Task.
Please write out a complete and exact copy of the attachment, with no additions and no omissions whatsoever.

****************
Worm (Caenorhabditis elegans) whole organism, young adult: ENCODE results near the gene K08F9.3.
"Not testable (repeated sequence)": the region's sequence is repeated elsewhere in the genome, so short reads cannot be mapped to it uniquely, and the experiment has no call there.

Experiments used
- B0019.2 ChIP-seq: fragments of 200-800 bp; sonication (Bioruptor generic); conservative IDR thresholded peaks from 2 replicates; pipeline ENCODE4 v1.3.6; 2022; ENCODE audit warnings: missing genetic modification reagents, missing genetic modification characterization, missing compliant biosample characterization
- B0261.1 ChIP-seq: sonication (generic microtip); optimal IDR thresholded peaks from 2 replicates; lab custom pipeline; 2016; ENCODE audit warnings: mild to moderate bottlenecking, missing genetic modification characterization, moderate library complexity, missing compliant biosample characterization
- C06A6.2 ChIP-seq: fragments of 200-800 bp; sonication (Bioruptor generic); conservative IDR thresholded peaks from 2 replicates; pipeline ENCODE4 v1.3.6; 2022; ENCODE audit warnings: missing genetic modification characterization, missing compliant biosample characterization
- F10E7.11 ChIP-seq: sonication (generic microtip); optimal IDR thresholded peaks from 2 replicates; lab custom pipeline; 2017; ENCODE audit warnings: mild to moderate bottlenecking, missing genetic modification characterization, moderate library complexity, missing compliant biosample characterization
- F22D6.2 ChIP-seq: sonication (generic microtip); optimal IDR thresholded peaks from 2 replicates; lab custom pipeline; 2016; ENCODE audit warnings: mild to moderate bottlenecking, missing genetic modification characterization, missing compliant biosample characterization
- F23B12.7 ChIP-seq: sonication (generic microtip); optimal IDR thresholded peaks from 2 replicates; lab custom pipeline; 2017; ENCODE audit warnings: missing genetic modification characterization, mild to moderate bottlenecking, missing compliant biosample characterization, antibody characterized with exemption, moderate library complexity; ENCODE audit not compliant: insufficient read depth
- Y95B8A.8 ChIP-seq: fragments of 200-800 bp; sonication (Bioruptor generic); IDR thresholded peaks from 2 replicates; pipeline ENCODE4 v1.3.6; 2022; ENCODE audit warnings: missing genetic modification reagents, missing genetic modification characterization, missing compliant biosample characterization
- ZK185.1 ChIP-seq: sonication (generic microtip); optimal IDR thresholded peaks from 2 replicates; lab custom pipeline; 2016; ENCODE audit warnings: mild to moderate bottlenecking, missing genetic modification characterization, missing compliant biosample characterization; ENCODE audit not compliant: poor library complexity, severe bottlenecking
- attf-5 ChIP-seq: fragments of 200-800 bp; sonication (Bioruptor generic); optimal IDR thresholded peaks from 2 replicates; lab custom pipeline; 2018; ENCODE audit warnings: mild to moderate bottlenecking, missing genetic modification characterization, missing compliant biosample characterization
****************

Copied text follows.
Worm (Caenorhabditis elegans) whole organism, young adult: ENCODE results near the gene K08F9.3.
"Not testable (repeated sequence)": the region's sequence is repeated elsewhere in the genome, so short reads cannot be mapped to it uniquely, and the experiment has no call there.

Experiments used
- B0019.2 ChIP-seq: fragments of 200-800 bp; sonication (Bioruptor generic); conservative IDR thresholded peaks from 2 replicates; pipeline ENCODE4 v1.3.6; 2022; ENCODE audit warnings: missing genetic modification reagents, missing genetic modification characterization, missing compliant biosample characterization
- B0261.1 ChIP-seq: sonication (generic microtip); optimal IDR thresholded peaks from 2 replicates; lab custom pipeline; 2016; ENCODE audit warnings: mild to moderate bottlenecking, missing genetic modification characterization, moderate library complexity, missing compliant biosample characterization
- C06A6.2 ChIP-seq: fragments of 200-800 bp; sonication (Bioruptor generic); conservative IDR thresholded peaks from 2 replicates; pipeline ENCODE4 v1.3.6; 2022; ENCODE audit warnings: missing genetic modification characterization, missing compliant biosample characterization
- F10E7.11 ChIP-seq: sonication (generic microtip); optimal IDR thresholded peaks from 2 replicates; lab custom pipeline; 2017; ENCODE audit warnings: mild to moderate bottlenecking, missing genetic modification characterization, moderate library complexity, missing compliant biosample characterization
- F22D6.2 ChIP-seq: sonication (generic microtip); optimal IDR thresholded peaks from 2 replicates; lab custom pipeline; 2016; ENCODE audit warnings: mild to moderate bottlenecking, missing genetic modification characterization, missing compliant biosample characterization
- F23B12.7 ChIP-seq: sonication (generic microtip); optimal IDR thresholded peaks from 2 replicates; lab custom pipeline; 2017; ENCODE audit warnings: missing genetic modification characterization, mild to moderate bottlenecking, missing compliant biosample characterization, antibody characterized with exemption, moderate library complexity; ENCODE audit not compliant: insufficient read depth
- Y95B8A.8 ChIP-seq: fragments of 200-800 bp; sonication (Bioruptor generic); IDR thresholded peaks from 2 replicates; pipeline ENCODE4 v1.3.6; 2022; ENCODE audit warnings: missing genetic modification reagents, missing genetic modification characterization, missing compliant biosample characterization
- ZK185.1 ChIP-seq: sonication (generic microtip); optimal IDR thresholded peaks from 2 replicates; lab custom pipeline; 2016; ENCODE audit warnings: mild to moderate bottlenecking, missing genetic modification characterization, missing compliant biosample characterization; ENCODE audit not compliant: poor library complexity, severe bottlenecking
- attf-5 ChIP-seq: fragments of 200-800 bp; sonication (Bioruptor generic); optimal IDR thresholded peaks from 2 replicates; lab custom pipeline; 2018; ENCODE audit warnings: mild to moderate bottlenecking, missing genetic modification characterization, missing compliant biosample characterization